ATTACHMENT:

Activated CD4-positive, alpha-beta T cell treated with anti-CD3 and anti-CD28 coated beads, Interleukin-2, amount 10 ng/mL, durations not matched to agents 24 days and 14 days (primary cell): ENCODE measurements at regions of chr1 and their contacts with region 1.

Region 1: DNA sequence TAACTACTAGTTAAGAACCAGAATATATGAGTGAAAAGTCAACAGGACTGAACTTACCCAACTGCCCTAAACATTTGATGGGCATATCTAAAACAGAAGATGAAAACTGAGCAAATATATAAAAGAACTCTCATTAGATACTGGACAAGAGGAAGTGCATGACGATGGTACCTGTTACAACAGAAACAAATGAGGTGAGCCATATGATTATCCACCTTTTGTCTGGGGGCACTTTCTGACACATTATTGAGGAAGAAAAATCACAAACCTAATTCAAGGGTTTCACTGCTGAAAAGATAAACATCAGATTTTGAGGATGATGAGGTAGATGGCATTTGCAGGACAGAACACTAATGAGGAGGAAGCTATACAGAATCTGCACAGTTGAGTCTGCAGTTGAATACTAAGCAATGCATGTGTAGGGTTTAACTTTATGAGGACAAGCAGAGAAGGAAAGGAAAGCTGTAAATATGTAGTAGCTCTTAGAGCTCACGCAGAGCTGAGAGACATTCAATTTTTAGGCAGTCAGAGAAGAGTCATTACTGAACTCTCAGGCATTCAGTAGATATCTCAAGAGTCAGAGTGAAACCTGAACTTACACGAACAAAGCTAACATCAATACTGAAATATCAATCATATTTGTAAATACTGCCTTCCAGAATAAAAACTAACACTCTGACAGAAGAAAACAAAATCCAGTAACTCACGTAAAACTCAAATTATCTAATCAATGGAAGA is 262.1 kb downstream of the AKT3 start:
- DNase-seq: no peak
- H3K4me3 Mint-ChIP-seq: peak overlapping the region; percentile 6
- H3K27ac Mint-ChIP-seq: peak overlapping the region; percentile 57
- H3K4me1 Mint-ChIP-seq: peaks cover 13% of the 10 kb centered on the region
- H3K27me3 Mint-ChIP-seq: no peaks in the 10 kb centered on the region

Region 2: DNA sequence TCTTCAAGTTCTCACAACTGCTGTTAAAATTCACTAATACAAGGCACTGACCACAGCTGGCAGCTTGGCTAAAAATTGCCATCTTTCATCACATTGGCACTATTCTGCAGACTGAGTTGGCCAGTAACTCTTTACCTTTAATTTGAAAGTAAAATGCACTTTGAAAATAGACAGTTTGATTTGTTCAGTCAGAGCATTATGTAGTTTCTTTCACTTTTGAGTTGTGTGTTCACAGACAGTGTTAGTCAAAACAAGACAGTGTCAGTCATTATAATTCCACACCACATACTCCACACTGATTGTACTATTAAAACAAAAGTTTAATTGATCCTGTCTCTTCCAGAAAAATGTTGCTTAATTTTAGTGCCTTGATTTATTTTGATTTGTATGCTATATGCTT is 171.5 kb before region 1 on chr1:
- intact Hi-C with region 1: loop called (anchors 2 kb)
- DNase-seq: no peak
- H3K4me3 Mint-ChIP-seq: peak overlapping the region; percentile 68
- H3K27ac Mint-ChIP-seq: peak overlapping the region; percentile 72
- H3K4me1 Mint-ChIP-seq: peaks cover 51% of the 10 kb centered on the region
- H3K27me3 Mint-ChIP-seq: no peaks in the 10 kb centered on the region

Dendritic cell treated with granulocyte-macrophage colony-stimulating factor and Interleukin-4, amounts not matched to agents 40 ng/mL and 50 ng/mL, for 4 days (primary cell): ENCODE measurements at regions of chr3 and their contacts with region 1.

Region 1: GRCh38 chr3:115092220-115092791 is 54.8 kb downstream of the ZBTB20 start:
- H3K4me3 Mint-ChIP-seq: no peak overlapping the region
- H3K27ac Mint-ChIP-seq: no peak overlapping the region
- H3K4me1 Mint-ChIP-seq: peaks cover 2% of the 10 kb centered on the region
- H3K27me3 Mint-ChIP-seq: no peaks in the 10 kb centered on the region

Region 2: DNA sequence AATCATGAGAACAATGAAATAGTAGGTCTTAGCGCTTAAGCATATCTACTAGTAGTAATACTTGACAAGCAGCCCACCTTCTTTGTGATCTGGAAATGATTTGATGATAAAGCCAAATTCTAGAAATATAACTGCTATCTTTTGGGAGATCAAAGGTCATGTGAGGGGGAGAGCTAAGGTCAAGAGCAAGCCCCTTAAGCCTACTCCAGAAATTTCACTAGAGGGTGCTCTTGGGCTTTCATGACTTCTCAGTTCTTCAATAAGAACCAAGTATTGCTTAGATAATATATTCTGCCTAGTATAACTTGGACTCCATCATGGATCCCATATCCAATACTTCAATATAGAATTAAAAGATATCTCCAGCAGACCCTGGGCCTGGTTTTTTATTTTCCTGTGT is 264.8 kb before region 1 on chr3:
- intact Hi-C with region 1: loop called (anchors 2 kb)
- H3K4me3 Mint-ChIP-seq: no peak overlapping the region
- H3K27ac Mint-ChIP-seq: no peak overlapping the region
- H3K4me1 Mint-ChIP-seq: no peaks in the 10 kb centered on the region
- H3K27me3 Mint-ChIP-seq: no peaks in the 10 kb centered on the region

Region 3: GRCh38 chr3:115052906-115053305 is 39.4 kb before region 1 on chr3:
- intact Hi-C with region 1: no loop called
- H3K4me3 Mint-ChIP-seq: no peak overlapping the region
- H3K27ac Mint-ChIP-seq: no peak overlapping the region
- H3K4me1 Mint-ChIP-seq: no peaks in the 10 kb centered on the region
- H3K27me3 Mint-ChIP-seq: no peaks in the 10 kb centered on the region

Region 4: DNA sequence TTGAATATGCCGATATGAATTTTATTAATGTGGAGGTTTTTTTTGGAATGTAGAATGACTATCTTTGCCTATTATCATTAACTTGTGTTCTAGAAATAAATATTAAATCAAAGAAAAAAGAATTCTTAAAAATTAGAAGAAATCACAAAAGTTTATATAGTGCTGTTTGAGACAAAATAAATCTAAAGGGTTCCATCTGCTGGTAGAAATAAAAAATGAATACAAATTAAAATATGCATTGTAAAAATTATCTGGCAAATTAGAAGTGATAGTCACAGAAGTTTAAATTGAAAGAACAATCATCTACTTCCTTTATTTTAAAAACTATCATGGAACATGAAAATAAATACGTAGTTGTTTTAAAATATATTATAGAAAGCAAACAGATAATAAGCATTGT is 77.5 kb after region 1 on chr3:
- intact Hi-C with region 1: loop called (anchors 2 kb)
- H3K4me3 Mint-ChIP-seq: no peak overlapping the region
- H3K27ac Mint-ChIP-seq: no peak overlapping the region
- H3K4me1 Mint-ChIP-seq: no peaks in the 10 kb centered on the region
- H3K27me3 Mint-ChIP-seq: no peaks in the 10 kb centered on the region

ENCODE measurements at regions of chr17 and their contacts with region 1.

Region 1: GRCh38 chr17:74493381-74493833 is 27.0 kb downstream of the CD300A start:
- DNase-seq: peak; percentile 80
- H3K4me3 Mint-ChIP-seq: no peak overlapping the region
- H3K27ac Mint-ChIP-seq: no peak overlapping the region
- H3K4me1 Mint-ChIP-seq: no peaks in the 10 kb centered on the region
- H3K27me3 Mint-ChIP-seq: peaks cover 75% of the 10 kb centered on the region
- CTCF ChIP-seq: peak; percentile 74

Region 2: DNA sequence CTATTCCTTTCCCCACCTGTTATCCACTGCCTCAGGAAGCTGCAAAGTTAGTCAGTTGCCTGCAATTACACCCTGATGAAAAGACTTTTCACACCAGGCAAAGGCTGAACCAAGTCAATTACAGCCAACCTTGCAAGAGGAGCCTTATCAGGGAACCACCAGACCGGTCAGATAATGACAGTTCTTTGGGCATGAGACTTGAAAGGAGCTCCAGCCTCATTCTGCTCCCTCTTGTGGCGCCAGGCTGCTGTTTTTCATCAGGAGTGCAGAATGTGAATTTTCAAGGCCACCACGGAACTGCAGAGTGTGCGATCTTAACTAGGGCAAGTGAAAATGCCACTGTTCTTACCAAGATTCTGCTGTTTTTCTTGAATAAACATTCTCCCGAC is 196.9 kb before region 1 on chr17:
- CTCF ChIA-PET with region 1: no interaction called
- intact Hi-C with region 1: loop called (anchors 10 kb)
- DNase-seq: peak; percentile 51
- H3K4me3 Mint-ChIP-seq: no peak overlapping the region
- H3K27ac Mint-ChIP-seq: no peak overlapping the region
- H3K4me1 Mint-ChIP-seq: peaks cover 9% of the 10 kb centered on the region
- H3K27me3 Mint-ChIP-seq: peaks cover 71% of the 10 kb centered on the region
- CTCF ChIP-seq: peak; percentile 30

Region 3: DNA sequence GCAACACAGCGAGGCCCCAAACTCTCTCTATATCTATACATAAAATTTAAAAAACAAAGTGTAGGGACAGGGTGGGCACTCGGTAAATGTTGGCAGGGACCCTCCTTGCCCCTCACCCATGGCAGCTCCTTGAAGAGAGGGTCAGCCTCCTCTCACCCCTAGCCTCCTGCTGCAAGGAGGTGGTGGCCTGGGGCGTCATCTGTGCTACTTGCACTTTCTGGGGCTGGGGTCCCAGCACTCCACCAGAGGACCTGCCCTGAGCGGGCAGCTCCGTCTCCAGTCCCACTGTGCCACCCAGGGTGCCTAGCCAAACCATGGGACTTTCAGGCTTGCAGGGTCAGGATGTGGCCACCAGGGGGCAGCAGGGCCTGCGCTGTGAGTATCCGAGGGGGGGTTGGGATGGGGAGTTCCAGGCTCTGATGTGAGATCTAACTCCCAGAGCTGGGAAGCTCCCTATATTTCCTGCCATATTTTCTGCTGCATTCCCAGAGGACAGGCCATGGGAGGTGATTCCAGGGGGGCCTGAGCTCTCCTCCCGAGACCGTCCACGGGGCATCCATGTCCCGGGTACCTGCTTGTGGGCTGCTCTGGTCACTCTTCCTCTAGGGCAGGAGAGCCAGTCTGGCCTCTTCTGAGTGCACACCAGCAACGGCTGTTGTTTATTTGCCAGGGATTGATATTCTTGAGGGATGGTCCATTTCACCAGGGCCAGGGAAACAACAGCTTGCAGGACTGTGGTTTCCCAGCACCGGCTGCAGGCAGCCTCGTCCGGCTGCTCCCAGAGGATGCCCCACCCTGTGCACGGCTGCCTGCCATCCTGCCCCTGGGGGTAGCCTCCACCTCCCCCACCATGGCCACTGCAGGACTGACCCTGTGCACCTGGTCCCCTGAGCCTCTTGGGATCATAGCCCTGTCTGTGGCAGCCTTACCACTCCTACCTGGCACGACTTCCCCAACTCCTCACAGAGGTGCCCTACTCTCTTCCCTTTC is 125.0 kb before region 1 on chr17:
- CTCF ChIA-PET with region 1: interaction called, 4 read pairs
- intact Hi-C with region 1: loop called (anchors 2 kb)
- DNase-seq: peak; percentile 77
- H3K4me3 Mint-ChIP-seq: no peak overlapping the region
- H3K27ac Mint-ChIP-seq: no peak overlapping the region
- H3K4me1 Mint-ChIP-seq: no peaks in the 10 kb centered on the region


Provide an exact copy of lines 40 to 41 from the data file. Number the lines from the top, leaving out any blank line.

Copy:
Region 1: GRCh38 chr17:74493381-74493833 is 27.0 kb downstream of the CD300A start:
- DNase-seq: peak; percentile 80